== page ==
Foundries were one of the first industries to use local exhaust ventilation to control contaminants in the workplace and provide protection for the environment. Foundries continue to lead in this area today and Donaldson® Torit® dust collectors provide the advanced filter technology required to do so. Donaldson Torit dust collectors are installed in hundreds of foundries worldwide exhausting furnaces of all types, mold making and break-out, pouring, casting, and finishing operations.
The word “Foundries” encompasses a broad group from large multi building facilities that melt iron to cast counterweight blocks for cranes weighing hundreds of tons to a single room where precious metals are melted and cast into intricate shapes for jewelry. In general, most have the following common processes:
- Sand handling,
- Metal melting,
- Mold pouring, and
- Casting cleaning.
This includes storage and handling of new sand, equipment to separate the castings from the molds, handling and reconditioning of the used sand for future reuse; i.e, shake-out or knock-out, mechanical and pneumatic conveying, bucket elevators, mixers and sand coolers.
There are a number of furnaces widely used in the ferrous and non-ferrous foundries. These include induction, electric arc, reverb, rotary, cupola, crucible and open hearth furnaces. It is essential that exhaust volumes are sufficient to control generated fume. Heavy fume generation during charging, the initial melt stage and any refining may increase the air volume required and consequently the collector size. Dirty scrap with oils or paint compounds the fume generation during charging and the initial melt and may require the addition of filtration aids to prolong filter life. Fumes include metal oxides, but the smoke resulting from contaminants such as oil and paint, unburned hydrocarbons, and products of combustion including moisture and fluxes used during the refining process produce hygroscopic salts that may compromise the life of any filter media.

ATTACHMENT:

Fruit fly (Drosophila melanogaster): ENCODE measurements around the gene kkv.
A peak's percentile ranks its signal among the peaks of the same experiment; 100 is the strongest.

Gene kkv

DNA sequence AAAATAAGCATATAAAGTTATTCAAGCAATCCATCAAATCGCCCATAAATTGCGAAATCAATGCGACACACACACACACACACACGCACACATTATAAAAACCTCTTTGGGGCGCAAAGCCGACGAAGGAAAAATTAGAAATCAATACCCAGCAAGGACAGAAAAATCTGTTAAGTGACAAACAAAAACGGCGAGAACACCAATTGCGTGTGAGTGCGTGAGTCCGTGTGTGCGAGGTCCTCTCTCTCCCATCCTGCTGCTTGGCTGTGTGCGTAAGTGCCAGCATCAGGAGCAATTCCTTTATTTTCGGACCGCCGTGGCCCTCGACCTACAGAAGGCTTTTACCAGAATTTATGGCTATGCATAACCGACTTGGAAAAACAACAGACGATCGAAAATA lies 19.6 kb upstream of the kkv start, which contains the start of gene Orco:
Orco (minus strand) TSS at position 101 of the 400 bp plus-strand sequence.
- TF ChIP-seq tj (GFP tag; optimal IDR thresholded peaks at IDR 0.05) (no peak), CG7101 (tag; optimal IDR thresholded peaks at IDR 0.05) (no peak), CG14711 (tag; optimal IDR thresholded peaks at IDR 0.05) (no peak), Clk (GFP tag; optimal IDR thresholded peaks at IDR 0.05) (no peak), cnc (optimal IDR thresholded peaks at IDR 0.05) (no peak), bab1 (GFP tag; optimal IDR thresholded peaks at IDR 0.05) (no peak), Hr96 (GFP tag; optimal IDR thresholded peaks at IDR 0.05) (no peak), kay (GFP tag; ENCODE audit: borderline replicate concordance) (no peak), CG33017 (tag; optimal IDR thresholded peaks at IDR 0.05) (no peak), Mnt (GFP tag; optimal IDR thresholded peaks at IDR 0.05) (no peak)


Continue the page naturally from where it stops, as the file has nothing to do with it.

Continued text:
Heavy concentrations of metal oxides are produced when the molten metal is exposed to the oxygen in air during the pour. The heat released during a pour creates high heat rise velocities making close capture of fume a hooding challenge so careful air volume management is critical.
After the metal casting is broken free from the mold, it is necessary to remove excess sand. In the blast room the castings are subjected to abrasive blasting or put through a barrel tumbler where the action of the sand or shot impinging on the casting loosens the adhered sand and cleans the casting surface. The cleaned casting may be subject to further processing such as grinding, chipping or machining.
Collectors like the Donaldson Torit RF
, Modular Baghouse
have been the traditional collector of choice for foundry applications with multiple installations throughout the world, but with increasing limitations on emissions and continuous improvements in cartridge technology, more and more Donaldson cartridge collectors (DFT
) have found homes as furnace fume, pouring and casting cleaning collectors.
health and safety considerations
OSHA has established standards on many of materials used or produced in the foundry process. Consult local EPA and OSHA regulation for specific contaminant and process requirements.
LEGISLATION (OTHER FEDERAL AND LOCAL LEGISLATION MAY APPLY)
Lead: 0.15 µg/m3 as TSP
Particulate Matter (PM):
- PM 2.5 = 15 µg/m3 (annual), and 35 µg/m3 (24-hour)
- PM 10 = 150 µg/m3 (24-hour)
- 29 CFR 1910.1000 Z-1, PEL for various materials
Range of PEL values from 0.01 mg/m3 (silver) to 10 mg/m3 (iron oxide). Review teh complete list for inforamtion on specific materials.
- 29 CFR 1910.1000 - Air Contaminants
NOTE: Twenty-five states, Puerto Rico and the Virgin Islands have OSHA-approved State Plans and have adopted their own standards and enforcement policies. For the most part, these States adopt standards that are identical to Federal OSHA. However, some States have adopted different standards applicable to this industry or may have different enforcement policies.
- 29 CFR 1910.1025: Lead PEL = 50 µg/m3, 8-hour TWA
- 29 CFR 1910.1026: Chromium (VI): PEL = 5 µg/m3 (action level = 2.5 µg/m3), 8-hour TWA
- Silica, Crystalline-Quartz = 10 mg/m3, 8-hour TWA
- 0.025 mg/m3 respirable fraction, 8-hour TWA
- Directive CPL 03-00-007: National Emphasis Program - Crystalline Silica, Jan 24, 2008
Industrial Ventilation Manual
NIOSH Publication No. 76-179
AP-42, 12.10.1 Gray Iron Foundry